Students are encouraged to nominate their outstanding mentors before the close of the nomination period on Wednesday, March 11, 2015. Learn more and access the nomination forms on the Mentorship Excellence Awards webpage.

• Congratulations, Fall 2013 UConn IDEA Grant Recipients!

idea_logo_standard_color_bottomWEBThe UConn IDEA Grant program provides funding of up to $4,000 for self-designed projects including entrepreneurial ventures, community service initiatives, traditional research projects, or other creative endeavors. Proposals for the UConn IDEA Grants represented a variety of disciplines, ranging from history to mechanical engineering.

Congratulations to the nine undergraduates who have been awarded UConn IDEA Grants in the second award cycle of this new program coordinated by the Office of Undergraduate Research (OUR)! Click here to download the list of grant recipients and their projects.

Rosse Gates ’16 (ENGR) – Autonomous Navigation Systems and Algorithms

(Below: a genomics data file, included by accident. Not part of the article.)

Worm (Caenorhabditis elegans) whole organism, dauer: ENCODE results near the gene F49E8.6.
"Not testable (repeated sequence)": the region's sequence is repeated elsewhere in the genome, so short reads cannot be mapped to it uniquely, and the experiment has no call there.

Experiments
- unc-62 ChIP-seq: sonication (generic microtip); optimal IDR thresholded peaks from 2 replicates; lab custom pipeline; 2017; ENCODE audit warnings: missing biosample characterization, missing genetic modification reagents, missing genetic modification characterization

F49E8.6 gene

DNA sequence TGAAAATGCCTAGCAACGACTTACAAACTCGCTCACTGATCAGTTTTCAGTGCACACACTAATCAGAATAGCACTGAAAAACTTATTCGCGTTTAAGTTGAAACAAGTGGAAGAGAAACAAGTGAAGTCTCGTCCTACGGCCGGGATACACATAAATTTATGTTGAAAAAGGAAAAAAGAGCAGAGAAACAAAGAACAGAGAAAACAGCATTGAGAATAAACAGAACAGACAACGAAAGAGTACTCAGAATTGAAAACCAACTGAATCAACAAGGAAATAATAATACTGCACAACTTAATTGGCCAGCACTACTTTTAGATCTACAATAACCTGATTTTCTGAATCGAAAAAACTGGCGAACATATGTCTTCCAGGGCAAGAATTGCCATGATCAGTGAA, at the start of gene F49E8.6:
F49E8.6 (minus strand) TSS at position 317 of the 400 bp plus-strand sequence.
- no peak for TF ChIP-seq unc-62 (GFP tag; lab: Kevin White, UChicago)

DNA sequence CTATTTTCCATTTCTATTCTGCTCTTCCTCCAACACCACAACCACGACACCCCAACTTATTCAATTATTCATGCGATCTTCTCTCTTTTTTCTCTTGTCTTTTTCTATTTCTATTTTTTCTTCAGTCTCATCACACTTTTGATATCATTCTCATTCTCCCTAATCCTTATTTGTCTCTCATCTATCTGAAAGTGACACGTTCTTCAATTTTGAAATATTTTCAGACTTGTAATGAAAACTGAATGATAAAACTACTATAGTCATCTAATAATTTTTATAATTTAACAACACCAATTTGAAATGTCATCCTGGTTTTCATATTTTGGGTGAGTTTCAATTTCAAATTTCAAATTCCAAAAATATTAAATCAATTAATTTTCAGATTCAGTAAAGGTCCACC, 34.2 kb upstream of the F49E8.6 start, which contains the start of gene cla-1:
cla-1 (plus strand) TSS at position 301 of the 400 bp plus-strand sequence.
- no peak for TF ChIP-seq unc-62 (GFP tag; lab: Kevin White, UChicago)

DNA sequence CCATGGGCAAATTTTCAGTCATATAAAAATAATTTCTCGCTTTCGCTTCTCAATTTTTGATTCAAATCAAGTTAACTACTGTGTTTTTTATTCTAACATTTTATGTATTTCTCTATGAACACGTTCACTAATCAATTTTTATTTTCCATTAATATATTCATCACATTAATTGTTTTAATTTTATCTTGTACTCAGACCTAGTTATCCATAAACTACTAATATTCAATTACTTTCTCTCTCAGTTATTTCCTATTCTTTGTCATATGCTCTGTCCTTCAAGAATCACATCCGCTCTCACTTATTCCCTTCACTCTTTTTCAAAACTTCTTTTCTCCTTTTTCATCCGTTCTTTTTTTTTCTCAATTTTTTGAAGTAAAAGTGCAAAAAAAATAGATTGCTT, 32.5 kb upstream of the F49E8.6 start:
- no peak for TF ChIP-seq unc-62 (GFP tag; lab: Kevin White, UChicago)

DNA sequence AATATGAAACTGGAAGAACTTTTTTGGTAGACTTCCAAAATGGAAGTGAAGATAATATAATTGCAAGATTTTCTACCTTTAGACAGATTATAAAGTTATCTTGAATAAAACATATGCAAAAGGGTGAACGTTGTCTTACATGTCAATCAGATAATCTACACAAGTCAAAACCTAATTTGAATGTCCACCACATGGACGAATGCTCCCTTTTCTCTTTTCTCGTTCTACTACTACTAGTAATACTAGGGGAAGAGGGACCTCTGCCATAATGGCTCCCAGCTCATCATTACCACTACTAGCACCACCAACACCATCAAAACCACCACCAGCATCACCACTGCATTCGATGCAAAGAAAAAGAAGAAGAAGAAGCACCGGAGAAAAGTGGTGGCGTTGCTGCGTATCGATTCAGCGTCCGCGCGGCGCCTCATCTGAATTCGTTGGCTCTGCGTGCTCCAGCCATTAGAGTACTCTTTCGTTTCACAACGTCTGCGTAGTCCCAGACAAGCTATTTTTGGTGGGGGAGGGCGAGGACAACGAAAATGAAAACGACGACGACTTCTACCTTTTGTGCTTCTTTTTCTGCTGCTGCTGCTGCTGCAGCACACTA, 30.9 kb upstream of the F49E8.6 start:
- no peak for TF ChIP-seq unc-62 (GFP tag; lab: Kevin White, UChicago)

• Rosse will work to develop an autonomous quadcopter that can track its position in relation to the environment and survey disaster areas in GPS-devoid environments.

Dillon Jones ’15 (ENGR) – Gentleman’s Gantry Machine

  • Dillon will work to build a “Gentleman’s Gantry Machine,” a general purpose, computer controlled positioning system of his own design that will enable multiple forms of manufacturing on one device.

Saher Kazi ’16 (CLAS) – Investigation and Analysis of the Barriers to Mental Health Care in India

  • Saher plans to investigate the factors influencing access to mental healthcare in India in a study involving mental health clinics in the town of Nashik in Maharashtra, India.

Kiersten Kronschnabel ’16 (CLAS) – POWER: Providing Optimal Strategies for Patient Retention While Transitioning from Pediatric to Adult Care 

  • Kiersten’s project is a community service initiative to address the dearth of resources for facilitating the pediatric-adult care transition for HIV-positive adolescents.

Katelyn McFadden ’15 (CANR) – Effects of Poor Maternal Nutrition on Liver Development in Lambs

  • Katelyn’s project builds on a collaborative study in the Department of Animal Science evaluating the effects of poor maternal nutrition on the growth of offspring in sheep. Katelyn will analyze liver samples in lambs to understand the mechanisms at work affecting offspring growth and development.